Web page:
Unlike most tutors, many were the evenings that GG would spend with his charges in the college bar where the beer was cheaper than the local pub. I suppose it was easier for him being a bachelor. If something bothered us after a lecture, he always seemed to have a friend who could elucidate matters for us. Once he even brought a design engineer from British Leyland to explain the meaning of “i’’ to our bunch of non-mathematicians. Of course it made perfect sense then, but I don’t know if I could explain it with any conviction to anyone after nearly five decades.
The Honours degree that I achieved at the end was the result of some very tight teaching from all my lecturers and the departmental professor, but is hallmarked by the dedication and guiding hand of Gareth. To him I owe much.
But the teacher whom I consider to be my real Guru is Mr Lepois, our Maths/French teacher at secondary school. At the time he was a young man in his early twenties, with the handsome features of a Greek God. Soft spoken and of a mild character, he was one of those generous people who give just for the pleasure of giving, taking pride in a job well done. Always taking life with a sense of humour, I can never remember him getting cross with anyone ever.
For our SC exams, my late friend Priaduth and myself asked him if he would coach us through private tuition. This he agreed to do on Saturday evenings, the only evening he was free from any commitments. Unlike the large “garage classrooms” of today, his was truly a private tuition on a one-to-one or one-to-two basis, like in our case. When we asked him about fees, he feigned a fake annoyance. No he did not charge anything; and we were never to mention it again!
But Mr L did not only teach us Maths and French. Many an evening after we had finished tuition, he asked us to stay on to listen to European classical music which the MBC used to broadcast regularly in those days. Quite honestly, we Bhojpuri speakers preferred our Bollywood and other Indian music. But with time, after Mr L had explained the intricacies of symphony music, we began to appreciate it a little. Beethoven, Mozart et al were my first step to appreciating every type of music — from Chinese solos to South American flutes, from Irish reels to Greek laikas. Why I even began to appreciate opera and when the chance presented itself in Europe, I enjoyed watching classical ballet whenever possible. Pucinni’s La Bohème and Tchaikovsky’s Swan Lake are favourites.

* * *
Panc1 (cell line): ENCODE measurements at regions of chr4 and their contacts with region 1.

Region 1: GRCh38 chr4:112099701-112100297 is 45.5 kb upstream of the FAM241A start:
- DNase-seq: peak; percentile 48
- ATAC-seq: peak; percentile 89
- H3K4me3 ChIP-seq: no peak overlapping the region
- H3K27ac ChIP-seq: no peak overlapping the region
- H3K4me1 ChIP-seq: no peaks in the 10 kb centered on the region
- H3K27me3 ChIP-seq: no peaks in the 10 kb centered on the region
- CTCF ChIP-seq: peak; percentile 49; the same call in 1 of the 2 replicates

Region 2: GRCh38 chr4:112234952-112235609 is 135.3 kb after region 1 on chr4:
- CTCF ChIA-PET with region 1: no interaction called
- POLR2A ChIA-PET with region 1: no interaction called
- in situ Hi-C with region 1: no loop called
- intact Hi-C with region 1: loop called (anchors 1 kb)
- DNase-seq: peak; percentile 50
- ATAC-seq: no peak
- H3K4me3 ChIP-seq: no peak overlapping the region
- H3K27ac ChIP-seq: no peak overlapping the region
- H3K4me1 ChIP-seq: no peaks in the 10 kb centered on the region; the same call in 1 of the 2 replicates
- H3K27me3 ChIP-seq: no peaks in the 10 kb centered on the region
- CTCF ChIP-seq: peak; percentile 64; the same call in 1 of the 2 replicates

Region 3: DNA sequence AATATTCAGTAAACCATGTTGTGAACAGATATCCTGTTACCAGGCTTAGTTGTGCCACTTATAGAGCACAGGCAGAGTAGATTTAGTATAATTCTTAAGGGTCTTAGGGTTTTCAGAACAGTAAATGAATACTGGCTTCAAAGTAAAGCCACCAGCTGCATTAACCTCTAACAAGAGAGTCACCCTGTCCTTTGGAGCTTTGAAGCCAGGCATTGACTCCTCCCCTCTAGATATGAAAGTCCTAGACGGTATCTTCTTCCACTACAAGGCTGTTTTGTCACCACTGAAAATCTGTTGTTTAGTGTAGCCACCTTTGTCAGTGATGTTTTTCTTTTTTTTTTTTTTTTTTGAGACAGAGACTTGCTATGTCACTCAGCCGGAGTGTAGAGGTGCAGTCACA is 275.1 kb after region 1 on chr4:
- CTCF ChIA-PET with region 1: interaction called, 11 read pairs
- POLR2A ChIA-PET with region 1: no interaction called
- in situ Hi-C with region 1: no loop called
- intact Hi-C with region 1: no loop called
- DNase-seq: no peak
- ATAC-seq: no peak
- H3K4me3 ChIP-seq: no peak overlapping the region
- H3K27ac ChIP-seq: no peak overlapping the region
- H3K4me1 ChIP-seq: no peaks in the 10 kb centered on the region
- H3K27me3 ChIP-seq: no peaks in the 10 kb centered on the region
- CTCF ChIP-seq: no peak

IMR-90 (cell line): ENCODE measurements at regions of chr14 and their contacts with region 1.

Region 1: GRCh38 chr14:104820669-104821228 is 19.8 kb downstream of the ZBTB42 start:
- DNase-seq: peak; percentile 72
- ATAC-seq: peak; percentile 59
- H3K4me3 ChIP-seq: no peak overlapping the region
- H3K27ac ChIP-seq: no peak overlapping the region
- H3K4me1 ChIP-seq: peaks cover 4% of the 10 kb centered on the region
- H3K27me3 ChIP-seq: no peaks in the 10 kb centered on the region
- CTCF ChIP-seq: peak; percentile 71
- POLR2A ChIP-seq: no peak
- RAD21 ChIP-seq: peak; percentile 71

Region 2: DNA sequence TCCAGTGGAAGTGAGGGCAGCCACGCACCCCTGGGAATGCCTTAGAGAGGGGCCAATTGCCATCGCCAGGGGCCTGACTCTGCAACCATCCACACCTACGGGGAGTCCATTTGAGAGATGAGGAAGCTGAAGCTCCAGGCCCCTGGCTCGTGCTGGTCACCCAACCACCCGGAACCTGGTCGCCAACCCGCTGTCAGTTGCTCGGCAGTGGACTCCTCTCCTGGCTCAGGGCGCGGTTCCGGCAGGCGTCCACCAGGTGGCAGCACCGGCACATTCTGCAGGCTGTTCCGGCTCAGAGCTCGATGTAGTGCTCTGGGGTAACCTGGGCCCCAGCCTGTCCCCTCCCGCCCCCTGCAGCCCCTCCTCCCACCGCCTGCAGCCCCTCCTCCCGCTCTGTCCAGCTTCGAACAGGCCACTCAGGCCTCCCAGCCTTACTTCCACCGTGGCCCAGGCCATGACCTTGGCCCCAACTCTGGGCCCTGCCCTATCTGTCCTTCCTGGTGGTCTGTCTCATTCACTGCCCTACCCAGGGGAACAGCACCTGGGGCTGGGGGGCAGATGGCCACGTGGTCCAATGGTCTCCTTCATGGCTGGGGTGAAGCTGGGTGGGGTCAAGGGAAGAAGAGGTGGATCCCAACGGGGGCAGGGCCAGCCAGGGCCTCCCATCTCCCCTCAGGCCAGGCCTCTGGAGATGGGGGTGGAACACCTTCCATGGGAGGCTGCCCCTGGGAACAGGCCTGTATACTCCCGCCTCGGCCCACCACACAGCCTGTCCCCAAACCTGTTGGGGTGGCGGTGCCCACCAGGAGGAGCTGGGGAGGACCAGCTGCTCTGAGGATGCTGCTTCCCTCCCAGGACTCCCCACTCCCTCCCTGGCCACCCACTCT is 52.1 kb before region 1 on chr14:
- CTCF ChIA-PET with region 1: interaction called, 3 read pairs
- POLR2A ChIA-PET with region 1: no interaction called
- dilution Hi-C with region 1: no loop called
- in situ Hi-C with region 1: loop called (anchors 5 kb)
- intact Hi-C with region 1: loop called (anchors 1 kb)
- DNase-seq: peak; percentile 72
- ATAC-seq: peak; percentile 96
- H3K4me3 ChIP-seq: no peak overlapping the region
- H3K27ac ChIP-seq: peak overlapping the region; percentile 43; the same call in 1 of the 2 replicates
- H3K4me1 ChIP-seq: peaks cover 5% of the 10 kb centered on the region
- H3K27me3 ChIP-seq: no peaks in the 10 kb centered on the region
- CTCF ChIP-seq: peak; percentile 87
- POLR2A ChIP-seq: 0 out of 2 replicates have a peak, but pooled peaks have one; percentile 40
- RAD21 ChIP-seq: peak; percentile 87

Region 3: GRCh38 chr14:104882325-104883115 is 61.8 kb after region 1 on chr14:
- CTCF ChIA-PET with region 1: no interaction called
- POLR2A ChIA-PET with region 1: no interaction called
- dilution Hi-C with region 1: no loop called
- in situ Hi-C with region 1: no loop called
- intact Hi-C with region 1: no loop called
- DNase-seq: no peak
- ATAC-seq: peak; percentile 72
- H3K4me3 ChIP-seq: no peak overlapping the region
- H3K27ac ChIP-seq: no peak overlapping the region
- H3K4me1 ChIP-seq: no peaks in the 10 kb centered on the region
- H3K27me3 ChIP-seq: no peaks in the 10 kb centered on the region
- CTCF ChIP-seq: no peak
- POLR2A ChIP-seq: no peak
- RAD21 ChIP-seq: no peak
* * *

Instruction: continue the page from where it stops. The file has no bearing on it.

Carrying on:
Other times he talked about the great classical painters like Rembrandt, Rubens, Van Gogh, Michelangelo, Monet and loads of others we had never heard of. He owned an illustrated book of many of their paintings. I particularly remember Rubens’ The Three Graces — three voluptuous nude virgins representing radiance, joy and flowering. Indeed many of Rubens women were nude and large, thus giving rise to the expression Rubenesque to describe ample-sized ladies. And later, much later in life when I was on attachment in Paris, I was able to regale on many of these classical paintings that hang in the Louvre. And a visit to Giverny was a like a pilgrimage to the home of Monet, one of the original Impressionist painters.
When exam time arrived, Mr L assured both of us that we would get through. Adding, “after you get the results, you would naturally want to celebrate with your friends. But before doing that, do take some time to visit those friends who would have failed. “Venu le moment de gloire, on oublie le trou d’où on est sorti!”or something close to that, he used to say.
Maths, French, Music, Art, Philosophy, Kindness… and Humility! Marie Joseph Jean Jacques Desire Pierre Lepois was a Guru in the classical sense. He taught his students with utter dedication. But above all he imbued them with the will to learn, and filled them with an unquenchable thirst for knowledge.
Sometimes when I have a free moment, I think of Mrs Faustin, Gareth and Mr Lepois and wonder if they still make them like these three. They who gave for the pleasure of giving, they who imparted knowledge freely, they to whom I am eternally grateful. They were true Gurus for, apart from the academic subjects, they taught me lessons of life that have helped shape the person that I am!